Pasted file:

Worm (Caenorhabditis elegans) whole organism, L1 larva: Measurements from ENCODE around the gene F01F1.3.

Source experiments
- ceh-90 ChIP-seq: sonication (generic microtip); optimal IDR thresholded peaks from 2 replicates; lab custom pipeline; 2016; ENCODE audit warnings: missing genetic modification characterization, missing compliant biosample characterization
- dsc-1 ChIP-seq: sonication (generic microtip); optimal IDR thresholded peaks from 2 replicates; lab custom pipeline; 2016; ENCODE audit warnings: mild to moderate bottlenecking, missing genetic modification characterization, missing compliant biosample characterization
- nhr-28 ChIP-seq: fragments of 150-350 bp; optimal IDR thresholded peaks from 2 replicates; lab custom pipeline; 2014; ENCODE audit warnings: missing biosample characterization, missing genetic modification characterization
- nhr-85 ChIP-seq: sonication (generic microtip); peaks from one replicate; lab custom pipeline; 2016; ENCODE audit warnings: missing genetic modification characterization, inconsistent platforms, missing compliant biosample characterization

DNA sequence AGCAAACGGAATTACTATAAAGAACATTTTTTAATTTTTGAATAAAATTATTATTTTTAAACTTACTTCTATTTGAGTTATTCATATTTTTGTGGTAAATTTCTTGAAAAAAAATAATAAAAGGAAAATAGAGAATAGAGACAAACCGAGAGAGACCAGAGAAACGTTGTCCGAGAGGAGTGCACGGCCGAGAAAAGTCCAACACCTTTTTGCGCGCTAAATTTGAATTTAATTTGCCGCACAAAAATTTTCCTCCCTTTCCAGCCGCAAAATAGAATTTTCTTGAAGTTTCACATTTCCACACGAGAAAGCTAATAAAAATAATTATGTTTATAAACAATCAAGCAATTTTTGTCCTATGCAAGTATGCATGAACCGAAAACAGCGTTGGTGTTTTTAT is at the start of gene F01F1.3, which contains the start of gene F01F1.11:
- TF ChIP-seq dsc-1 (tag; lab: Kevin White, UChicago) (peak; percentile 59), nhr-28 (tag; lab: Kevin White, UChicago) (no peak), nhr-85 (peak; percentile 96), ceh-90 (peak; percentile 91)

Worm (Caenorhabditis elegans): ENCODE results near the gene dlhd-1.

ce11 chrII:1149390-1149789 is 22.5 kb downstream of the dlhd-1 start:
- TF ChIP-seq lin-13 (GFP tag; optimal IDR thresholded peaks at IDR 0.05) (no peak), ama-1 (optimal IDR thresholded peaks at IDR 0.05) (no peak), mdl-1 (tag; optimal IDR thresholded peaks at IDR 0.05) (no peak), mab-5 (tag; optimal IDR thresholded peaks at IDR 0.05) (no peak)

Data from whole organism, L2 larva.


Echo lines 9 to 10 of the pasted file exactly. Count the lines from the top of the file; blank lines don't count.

Worm (Caenorhabditis elegans): ENCODE results near the gene dlhd-1.

ce11 chrII:1149390-1149789 is 22.5 kb downstream of the dlhd-1 start: